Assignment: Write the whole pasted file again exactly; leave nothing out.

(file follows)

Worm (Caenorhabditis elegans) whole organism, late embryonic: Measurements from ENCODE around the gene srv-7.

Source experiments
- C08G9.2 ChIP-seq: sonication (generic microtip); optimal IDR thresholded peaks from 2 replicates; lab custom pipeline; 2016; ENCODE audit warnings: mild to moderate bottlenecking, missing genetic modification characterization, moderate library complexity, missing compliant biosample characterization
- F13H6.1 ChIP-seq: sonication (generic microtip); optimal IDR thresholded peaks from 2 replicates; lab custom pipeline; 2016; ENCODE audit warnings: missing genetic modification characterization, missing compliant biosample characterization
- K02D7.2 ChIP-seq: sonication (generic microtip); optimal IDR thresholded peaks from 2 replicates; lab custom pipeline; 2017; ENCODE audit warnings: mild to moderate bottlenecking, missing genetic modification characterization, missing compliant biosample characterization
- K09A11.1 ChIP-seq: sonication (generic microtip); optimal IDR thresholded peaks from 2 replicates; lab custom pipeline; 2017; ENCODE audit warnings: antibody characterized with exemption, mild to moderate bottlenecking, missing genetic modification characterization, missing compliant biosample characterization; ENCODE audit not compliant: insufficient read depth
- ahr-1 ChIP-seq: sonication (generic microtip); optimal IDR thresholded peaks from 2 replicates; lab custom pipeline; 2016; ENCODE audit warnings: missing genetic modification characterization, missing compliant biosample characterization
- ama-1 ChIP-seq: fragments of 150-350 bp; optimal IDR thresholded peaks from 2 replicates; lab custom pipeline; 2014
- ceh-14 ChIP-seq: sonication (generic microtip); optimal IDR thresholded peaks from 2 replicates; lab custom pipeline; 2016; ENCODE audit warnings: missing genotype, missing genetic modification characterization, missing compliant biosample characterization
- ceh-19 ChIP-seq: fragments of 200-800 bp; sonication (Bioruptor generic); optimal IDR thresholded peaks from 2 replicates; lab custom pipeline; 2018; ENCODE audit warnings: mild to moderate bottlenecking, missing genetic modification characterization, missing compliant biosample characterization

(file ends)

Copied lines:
Worm (Caenorhabditis elegans) whole organism, late embryonic: Measurements from ENCODE around the gene srv-7.

Source experiments
- C08G9.2 ChIP-seq: sonication (generic microtip); optimal IDR thresholded peaks from 2 replicates; lab custom pipeline; 2016; ENCODE audit warnings: mild to moderate bottlenecking, missing genetic modification characterization, moderate library complexity, missing compliant biosample characterization
- F13H6.1 ChIP-seq: sonication (generic microtip); optimal IDR thresholded peaks from 2 replicates; lab custom pipeline; 2016; ENCODE audit warnings: missing genetic modification characterization, missing compliant biosample characterization
- K02D7.2 ChIP-seq: sonication (generic microtip); optimal IDR thresholded peaks from 2 replicates; lab custom pipeline; 2017; ENCODE audit warnings: mild to moderate bottlenecking, missing genetic modification characterization, missing compliant biosample characterization
- K09A11.1 ChIP-seq: sonication (generic microtip); optimal IDR thresholded peaks from 2 replicates; lab custom pipeline; 2017; ENCODE audit warnings: antibody characterized with exemption, mild to moderate bottlenecking, missing genetic modification characterization, missing compliant biosample characterization; ENCODE audit not compliant: insufficient read depth
- ahr-1 ChIP-seq: sonication (generic microtip); optimal IDR thresholded peaks from 2 replicates; lab custom pipeline; 2016; ENCODE audit warnings: missing genetic modification characterization, missing compliant biosample characterization
- ama-1 ChIP-seq: fragments of 150-350 bp; optimal IDR thresholded peaks from 2 replicates; lab custom pipeline; 2014
- ceh-14 ChIP-seq: sonication (generic microtip); optimal IDR thresholded peaks from 2 replicates; lab custom pipeline; 2016; ENCODE audit warnings: missing genotype, missing genetic modification characterization, missing compliant biosample characterization
- ceh-19 ChIP-seq: fragments of 200-800 bp; sonication (Bioruptor generic); optimal IDR thresholded peaks from 2 replicates; lab custom pipeline; 2018; ENCODE audit warnings: mild to moderate bottlenecking, missing genetic modification characterization, missing compliant biosample characterization